RPC and Doughty Street seal CoA victory for The Guardian
3 April 2012 | By Katy Dowell
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RPC senior associate Brid Jordan and Doughty Street Chambers’ Gavin Miller QC have won a major case for The Guardian in the Court of Appeal (CoA), which ruled that the media has a right to see documents used in criminal cases.
The Guardian appealed a judicial review ruling given by the Administrative Court that found that the newspaper was not entitled to see court documents relating to a extradition hearing concerning UK solicitor Jeffrey Tesler and Wojciech Chodan.
The US had been given permission to extradite the pair over allegations that they were involved in the bribery of Nigerian officials by Kellogg Brown and Root (KBR), a subsidiary of US company Halliburton. They pleaded guilty to the allegations in Texas.
The case was brought against the City of Westminster Magistrates’ Court, but legal responses were provided by the US Government, which instructed leading criminal silk David Perry QC of 6 King’s Bench Walk. Human rights organisation Article 19 intervened in the appeal with Doughty Street’s Heather Rogers QC instructed by Leigh Day & Co partner Sean Humber.
In civil cases the right to see court documents is well established, whereas in criminal matters no such right existed.
In court, Perry argued that while the papers were not a “criminal cause or matter” the decision to reject The Guardian’s application was made in the context of a “criminal cause or matter”. As such, he argued, the CoA had no jurisdiction to hear an appeal from the district court.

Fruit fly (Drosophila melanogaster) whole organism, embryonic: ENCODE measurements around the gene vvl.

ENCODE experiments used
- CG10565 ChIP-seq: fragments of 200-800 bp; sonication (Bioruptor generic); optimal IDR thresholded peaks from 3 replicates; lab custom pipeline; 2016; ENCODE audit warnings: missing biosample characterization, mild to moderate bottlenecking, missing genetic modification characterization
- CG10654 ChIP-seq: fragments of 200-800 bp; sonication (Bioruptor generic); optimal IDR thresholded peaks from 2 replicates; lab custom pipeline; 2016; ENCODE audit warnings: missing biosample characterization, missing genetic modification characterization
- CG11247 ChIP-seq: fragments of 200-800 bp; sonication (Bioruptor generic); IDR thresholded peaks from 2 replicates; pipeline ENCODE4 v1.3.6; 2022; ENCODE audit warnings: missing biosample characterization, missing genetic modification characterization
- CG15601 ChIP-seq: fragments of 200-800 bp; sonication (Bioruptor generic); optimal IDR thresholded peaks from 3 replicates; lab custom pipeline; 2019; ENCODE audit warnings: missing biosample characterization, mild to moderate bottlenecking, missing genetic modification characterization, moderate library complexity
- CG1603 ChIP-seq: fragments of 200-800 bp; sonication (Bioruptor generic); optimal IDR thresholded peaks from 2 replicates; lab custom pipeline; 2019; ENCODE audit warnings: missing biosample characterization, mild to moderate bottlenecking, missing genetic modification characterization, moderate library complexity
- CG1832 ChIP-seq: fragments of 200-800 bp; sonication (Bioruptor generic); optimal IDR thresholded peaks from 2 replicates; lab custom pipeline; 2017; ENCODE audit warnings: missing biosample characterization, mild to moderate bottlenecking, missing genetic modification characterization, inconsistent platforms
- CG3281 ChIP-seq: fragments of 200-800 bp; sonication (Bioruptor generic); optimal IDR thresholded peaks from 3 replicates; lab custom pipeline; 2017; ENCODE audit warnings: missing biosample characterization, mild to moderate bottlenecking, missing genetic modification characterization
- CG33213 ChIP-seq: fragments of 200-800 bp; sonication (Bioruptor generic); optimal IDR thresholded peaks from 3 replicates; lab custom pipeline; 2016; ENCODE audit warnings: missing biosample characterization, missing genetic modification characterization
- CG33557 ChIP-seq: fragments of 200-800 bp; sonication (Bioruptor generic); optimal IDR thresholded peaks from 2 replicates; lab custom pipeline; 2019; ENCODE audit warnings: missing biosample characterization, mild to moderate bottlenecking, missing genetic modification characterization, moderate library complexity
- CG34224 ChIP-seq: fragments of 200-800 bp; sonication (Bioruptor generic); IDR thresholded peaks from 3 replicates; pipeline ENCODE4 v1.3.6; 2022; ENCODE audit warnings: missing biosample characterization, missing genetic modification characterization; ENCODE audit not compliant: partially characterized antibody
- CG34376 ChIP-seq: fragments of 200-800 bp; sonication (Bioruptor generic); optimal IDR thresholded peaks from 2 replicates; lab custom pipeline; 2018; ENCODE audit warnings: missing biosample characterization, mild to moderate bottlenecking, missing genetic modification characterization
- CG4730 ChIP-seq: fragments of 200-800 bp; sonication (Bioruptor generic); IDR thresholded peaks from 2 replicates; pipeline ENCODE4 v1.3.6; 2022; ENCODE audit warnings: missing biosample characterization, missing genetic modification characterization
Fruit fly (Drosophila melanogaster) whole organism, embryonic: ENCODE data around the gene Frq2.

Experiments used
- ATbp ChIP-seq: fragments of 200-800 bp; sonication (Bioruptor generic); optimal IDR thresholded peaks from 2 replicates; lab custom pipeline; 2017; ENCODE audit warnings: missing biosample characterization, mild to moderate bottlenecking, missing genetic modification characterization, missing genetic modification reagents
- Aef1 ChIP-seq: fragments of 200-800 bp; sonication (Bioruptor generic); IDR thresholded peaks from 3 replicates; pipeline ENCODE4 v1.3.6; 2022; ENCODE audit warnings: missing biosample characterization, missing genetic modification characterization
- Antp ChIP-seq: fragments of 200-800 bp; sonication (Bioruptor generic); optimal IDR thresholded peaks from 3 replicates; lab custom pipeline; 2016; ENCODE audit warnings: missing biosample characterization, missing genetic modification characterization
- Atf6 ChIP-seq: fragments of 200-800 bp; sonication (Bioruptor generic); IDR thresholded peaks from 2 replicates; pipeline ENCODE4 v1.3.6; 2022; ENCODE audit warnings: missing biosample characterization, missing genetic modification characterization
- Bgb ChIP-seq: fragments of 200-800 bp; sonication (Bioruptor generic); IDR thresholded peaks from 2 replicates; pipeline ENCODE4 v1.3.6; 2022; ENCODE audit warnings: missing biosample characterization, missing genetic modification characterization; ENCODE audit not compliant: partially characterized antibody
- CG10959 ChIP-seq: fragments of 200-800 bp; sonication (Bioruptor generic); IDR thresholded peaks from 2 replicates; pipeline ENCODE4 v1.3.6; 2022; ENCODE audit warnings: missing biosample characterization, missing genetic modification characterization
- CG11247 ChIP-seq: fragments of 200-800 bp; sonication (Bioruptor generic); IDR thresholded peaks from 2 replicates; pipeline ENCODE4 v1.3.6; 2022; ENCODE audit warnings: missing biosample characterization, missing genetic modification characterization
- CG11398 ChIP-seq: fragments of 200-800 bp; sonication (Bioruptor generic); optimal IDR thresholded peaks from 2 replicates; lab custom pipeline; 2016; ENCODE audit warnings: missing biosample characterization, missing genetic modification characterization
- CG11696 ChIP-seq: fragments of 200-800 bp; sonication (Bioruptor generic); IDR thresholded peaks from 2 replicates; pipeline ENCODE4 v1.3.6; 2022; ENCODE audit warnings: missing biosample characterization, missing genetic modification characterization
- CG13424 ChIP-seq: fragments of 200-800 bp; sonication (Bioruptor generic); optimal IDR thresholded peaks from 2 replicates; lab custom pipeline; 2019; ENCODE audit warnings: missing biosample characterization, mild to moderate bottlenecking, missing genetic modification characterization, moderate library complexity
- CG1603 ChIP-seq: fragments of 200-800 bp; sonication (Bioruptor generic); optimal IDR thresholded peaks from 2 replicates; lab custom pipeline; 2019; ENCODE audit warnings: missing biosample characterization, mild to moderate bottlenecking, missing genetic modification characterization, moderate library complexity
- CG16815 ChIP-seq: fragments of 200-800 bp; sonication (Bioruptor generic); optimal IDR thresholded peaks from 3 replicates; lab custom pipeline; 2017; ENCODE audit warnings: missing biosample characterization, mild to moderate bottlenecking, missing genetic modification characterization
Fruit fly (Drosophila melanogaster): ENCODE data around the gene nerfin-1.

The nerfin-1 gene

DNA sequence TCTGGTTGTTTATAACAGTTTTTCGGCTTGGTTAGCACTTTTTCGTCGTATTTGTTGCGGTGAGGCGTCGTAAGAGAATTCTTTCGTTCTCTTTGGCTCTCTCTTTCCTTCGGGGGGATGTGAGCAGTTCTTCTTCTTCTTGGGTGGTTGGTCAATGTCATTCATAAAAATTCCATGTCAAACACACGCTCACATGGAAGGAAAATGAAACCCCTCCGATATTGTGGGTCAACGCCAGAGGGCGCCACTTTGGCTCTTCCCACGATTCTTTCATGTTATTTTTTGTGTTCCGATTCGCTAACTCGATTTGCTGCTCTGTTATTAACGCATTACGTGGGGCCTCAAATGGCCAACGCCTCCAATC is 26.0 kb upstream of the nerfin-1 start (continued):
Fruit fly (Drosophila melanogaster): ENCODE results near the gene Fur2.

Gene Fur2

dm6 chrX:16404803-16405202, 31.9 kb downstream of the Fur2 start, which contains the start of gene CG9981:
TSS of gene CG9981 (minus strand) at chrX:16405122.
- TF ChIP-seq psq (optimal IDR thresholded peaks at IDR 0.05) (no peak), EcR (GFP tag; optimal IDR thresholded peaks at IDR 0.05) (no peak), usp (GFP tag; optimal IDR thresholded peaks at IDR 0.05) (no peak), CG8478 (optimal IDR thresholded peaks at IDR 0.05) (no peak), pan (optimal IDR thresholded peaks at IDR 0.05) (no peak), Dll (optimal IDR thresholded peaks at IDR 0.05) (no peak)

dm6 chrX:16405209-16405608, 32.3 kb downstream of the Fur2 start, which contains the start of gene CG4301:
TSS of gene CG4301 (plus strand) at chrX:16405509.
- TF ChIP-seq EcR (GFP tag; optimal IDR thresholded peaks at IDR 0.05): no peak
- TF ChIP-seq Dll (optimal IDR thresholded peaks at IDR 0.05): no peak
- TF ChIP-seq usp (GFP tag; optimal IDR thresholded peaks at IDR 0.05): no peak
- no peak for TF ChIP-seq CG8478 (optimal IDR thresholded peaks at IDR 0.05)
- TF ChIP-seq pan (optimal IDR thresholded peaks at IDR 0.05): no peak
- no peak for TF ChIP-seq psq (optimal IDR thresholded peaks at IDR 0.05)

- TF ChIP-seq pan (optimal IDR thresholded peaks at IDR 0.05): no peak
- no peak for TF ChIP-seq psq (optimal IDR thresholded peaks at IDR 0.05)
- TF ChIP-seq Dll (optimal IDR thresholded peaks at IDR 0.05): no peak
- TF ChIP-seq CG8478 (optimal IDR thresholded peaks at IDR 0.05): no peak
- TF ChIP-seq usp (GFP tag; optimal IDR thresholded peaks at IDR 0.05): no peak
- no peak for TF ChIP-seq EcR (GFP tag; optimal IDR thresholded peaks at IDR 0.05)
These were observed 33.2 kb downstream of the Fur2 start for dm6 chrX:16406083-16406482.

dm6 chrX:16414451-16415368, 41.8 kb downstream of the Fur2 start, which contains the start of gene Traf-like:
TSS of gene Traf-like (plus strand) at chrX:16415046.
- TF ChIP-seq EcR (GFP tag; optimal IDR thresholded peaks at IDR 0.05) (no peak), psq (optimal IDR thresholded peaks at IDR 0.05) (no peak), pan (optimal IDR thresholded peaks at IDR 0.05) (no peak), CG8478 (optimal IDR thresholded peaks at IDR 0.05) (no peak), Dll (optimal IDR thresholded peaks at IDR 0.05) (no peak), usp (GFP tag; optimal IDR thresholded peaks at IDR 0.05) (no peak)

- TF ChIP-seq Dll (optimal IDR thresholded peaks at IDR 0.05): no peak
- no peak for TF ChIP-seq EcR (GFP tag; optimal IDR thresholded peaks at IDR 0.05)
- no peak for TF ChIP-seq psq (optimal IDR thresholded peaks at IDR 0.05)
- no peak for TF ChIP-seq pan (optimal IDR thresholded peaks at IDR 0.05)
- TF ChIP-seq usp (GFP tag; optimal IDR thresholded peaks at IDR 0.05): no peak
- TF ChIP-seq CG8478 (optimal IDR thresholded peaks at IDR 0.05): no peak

Countering, Miller contended that while the extradition proceedings were a “criminal cause or matter”, the order refusing its application for sight of the documents did not fall within that expression.
He added that to reject his client’s request was an infringement of article 10 of the Human Rights Act, the right to freedom of expression. Perry dismissed the argument, stating that the extradition application was plain and that under the ’Leander’ principle article 10 is essentially a protection of freedom of speech and not freedom of information.
Furthermore, added Perry, Parliament had expressly exempted public authorities, which would include a court, from any obligation under the Freedom of Information Act to produce a document placed in the custody of the court for the purposes of proceedings in a particular cause or matter.
Ruling in favour of The Guardianand paving the way for further media access to criminal court papers, Lord Justice Toulson said: “The Guardian has a serious journalistic purpose in seeking access to the documents. It wants to be able to refer to them for the purpose of stimulating informed debate about the way in which the justice system deals with suspected international corruption and the system for extradition of British subjects to the USA.”
Court documents should not be excluded from the Freedom of Information Act, the court ruled, adding: “Parliament should not be taken to have legislated so as to limit or control the way in which the court decides such a question unless the language of the statute makes it plain beyond possible doubt that this was Parliament’s intention.”
The courts should “assist rather than impede” the free press, the court said. Toulson concluded: “The way in which the justice system addresses international corruption and the operation of the Extradition Act are matters of public interest about which it is right that the public should be informed. The public is more likely to be engaged by an article which focuses on the facts of a particular case than by a more general or abstract discussion.”
For the appellant Guardian News and Media Group: Doughty Street’s Gavin Millar QC and 5RB’s Adam Wolanski instructed by RPC partner Brid Jordan.
For the interested party the Government of the USA: 6 King’s Bench Walk’s David Perry QC and 6 King’s Bench Walk’s Melanie Cumberland.
For the intervener in the appeal Article 19: Doughty Street’s Heather Rogers QC and Doughty Street’s Ben Silverstone instructed by Leigh Day & Co Solicitors.